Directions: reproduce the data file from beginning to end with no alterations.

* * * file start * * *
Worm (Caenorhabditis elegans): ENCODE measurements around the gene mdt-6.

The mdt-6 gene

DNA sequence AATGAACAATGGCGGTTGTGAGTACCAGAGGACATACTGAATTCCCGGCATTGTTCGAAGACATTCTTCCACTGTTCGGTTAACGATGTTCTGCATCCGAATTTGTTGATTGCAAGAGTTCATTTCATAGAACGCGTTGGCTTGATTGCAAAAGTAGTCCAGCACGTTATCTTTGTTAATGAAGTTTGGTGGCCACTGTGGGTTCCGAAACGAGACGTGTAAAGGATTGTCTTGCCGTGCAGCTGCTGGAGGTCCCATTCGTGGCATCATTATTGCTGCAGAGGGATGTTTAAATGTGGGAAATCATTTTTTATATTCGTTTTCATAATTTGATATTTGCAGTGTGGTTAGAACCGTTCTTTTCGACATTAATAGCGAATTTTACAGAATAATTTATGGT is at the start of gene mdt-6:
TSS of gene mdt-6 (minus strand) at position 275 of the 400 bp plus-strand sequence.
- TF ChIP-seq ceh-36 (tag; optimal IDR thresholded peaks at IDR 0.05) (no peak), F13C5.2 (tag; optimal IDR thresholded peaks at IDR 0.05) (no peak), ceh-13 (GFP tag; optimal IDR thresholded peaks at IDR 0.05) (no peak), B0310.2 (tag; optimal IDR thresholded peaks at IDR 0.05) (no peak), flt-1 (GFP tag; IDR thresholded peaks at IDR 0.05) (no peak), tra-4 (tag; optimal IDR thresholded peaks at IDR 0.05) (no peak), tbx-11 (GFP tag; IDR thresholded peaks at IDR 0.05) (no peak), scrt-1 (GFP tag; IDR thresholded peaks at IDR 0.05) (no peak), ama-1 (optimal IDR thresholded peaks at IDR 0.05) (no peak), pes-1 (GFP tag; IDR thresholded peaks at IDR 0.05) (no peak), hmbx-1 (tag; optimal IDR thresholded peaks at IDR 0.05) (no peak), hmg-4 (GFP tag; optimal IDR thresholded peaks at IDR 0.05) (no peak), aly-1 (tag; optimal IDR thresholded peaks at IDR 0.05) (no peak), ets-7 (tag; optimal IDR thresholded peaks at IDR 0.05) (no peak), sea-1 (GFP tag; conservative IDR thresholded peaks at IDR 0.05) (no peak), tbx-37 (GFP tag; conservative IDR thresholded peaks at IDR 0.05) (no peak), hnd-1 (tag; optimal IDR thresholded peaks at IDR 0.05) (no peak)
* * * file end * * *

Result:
Worm (Caenorhabditis elegans): ENCODE measurements around the gene mdt-6.

The mdt-6 gene

DNA sequence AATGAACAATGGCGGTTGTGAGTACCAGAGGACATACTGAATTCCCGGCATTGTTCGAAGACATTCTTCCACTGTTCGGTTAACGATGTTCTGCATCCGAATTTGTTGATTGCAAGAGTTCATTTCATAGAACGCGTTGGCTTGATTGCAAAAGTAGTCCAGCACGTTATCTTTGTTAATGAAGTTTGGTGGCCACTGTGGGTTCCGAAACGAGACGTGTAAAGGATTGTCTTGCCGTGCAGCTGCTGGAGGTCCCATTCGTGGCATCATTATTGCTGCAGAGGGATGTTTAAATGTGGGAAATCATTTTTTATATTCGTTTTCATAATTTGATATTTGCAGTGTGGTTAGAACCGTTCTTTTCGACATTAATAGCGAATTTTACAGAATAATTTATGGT is at the start of gene mdt-6:
TSS of gene mdt-6 (minus strand) at position 275 of the 400 bp plus-strand sequence.
- TF ChIP-seq ceh-36 (tag; optimal IDR thresholded peaks at IDR 0.05) (no peak), F13C5.2 (tag; optimal IDR thresholded peaks at IDR 0.05) (no peak), ceh-13 (GFP tag; optimal IDR thresholded peaks at IDR 0.05) (no peak), B0310.2 (tag; optimal IDR thresholded peaks at IDR 0.05) (no peak), flt-1 (GFP tag; IDR thresholded peaks at IDR 0.05) (no peak), tra-4 (tag; optimal IDR thresholded peaks at IDR 0.05) (no peak), tbx-11 (GFP tag; IDR thresholded peaks at IDR 0.05) (no peak), scrt-1 (GFP tag; IDR thresholded peaks at IDR 0.05) (no peak), ama-1 (optimal IDR thresholded peaks at IDR 0.05) (no peak), pes-1 (GFP tag; IDR thresholded peaks at IDR 0.05) (no peak), hmbx-1 (tag; optimal IDR thresholded peaks at IDR 0.05) (no peak), hmg-4 (GFP tag; optimal IDR thresholded peaks at IDR 0.05) (no peak), aly-1 (tag; optimal IDR thresholded peaks at IDR 0.05) (no peak), ets-7 (tag; optimal IDR thresholded peaks at IDR 0.05) (no peak), sea-1 (GFP tag; conservative IDR thresholded peaks at IDR 0.05) (no peak), tbx-37 (GFP tag; conservative IDR thresholded peaks at IDR 0.05) (no peak), hnd-1 (tag; optimal IDR thresholded peaks at IDR 0.05) (no peak)